The purpose of the integrated children’s system (ICS), which will be implemented in children’s departments in England and Wales, is to let social workers log records such as child protection plans.
It is made up of a number of “exemplars” (records), which track each case from referral to closure.
But an evaluation of ICS, which was completed last May, funded by government but as yet unpublished, concluded there were “serious reservations about the design and use of ICS in its present form and we believe the ICS has yet to demonstrate the degree to which and how it is fit for purpose”.
Researchers carried out a study between 2004 and 2006 at four councils – two in England, two in Wales – but it was never published in full. Instead, the Department for Children, Schools and Families wrote its own seven-page summary of the 200-plus page report, which it published on its website, minus the recommendations, in January this year.
The full report, seen by Community Care, urged the government to address “serious difficulties” in inter-agency communication and information sharing, in developing links with other databases and consequently of identifying early warnings of risks to children.
Frontline staff and managers felt it was hard to grasp key features of a case because the information was split into sections.
Social workers interviewed as part of the two-year study, carried out by researchers at York and Southampton universities, complained the system was time-consuming and prescriptive.
They also criticised the system as too complicated. One interviewee said it took 10 times as long to do a care plan under ICS, which meant they were being taken away from the “real social work” of interacting with children and families.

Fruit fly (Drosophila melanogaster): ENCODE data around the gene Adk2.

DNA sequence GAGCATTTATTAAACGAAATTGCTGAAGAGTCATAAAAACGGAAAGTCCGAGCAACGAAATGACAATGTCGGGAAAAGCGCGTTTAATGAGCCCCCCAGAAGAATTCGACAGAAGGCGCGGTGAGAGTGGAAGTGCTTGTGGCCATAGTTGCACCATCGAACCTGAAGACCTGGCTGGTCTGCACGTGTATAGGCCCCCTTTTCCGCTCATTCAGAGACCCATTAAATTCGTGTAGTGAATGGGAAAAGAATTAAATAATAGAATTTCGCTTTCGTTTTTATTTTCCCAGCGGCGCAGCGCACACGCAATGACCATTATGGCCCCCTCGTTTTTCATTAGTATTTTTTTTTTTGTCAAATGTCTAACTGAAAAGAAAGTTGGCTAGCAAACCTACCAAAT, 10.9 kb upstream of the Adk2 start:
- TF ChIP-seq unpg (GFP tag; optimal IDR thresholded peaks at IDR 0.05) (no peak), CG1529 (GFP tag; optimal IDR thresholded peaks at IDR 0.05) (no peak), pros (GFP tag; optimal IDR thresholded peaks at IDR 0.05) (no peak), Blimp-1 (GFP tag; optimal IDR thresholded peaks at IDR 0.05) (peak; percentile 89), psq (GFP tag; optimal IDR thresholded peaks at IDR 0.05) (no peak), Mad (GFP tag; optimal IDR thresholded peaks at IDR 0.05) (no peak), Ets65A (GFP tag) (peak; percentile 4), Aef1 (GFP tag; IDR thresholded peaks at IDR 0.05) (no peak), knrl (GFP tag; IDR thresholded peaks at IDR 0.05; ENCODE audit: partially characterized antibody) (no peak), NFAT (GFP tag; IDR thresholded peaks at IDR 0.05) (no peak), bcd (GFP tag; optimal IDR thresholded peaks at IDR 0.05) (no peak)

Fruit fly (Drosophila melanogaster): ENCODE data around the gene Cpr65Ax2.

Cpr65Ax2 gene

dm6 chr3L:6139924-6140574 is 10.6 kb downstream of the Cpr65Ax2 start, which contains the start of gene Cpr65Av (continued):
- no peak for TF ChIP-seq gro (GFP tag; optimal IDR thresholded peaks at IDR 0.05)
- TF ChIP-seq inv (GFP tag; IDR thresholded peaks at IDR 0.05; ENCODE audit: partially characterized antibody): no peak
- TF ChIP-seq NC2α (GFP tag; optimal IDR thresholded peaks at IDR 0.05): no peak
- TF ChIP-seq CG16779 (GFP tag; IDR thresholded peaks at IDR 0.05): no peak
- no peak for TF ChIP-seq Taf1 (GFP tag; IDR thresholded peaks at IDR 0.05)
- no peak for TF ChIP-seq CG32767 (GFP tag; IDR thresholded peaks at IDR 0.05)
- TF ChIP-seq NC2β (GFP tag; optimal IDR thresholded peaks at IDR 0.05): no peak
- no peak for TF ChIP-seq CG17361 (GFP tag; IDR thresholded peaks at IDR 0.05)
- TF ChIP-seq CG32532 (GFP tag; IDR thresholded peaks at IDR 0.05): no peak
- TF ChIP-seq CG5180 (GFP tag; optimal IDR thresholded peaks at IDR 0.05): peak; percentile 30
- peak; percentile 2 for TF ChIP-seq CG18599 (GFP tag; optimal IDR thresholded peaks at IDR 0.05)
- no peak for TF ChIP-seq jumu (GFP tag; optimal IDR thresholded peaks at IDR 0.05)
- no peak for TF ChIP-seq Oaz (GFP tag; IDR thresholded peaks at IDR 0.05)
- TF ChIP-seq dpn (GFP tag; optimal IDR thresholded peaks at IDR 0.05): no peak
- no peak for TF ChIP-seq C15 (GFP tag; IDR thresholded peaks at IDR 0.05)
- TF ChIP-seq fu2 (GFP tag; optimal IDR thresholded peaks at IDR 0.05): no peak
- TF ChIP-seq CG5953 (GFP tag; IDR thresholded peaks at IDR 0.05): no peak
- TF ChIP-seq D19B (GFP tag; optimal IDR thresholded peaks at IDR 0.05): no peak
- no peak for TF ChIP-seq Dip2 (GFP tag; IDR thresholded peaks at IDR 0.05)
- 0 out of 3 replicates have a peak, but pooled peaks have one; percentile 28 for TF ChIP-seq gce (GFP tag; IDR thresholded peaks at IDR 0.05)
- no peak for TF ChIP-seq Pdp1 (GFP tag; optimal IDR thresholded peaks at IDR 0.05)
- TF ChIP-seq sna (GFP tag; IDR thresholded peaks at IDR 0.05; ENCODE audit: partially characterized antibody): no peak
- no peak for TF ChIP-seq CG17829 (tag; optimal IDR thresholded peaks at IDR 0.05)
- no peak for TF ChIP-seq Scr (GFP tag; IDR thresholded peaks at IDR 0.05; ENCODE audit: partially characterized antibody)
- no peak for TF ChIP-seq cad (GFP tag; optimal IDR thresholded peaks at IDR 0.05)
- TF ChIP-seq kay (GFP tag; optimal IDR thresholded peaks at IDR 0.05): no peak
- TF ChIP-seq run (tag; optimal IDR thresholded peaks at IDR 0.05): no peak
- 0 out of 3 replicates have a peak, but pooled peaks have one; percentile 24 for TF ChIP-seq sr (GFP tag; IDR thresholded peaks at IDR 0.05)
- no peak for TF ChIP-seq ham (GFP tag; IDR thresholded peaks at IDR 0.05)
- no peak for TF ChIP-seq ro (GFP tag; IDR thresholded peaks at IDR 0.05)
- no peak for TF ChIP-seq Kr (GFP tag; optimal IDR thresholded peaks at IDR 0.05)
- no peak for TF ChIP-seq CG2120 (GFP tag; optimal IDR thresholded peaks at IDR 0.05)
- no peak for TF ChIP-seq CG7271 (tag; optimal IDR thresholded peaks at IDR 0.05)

Form-driven social work
They complained that the ICS was promoting form-driven social work that could threaten the profession’s values and good practice.
Researchers concluded that the system, based on a series of tick-box forms, was not tailored to individual children, and failed to ask important questions of some children while asking others that were irrelevant, resulting in “bland analyses”.
The report said: “The process was felt to diminish analysis and risk assessment. There were particular concerns about risk because it was unclear where the information would be located.”
Just one of the four councils involved in the research was able to fully implement the system and those using the ICS said they had problems entering and finding data, and with crashing systems.
Another report published two months ago by the Lifting the Burdens Taskforce – set up by the government to review burdens on councils – found that council staff felt ICS had reduced the focus on meeting the needs of children and families, while increasing the emphasis on compliance with processes (www.communitycare.co.uk/107163).
It also said that resources allocated to local authorities to develop, implement and maintain information systems have not always been adequate.
Richard Stiff, chair of the Association of Directors of Children’s Services information systems and technology committee, said: “ADCS is concerned about delays in the delivery of IT systems that support local authorities in the implementation of the ICS practice system. Effective recording and management of information is vital to being able to assess children’s needs.
“We need good systems which support practitioners in undertaking this complex and demanding work. They need to be easy to use.”
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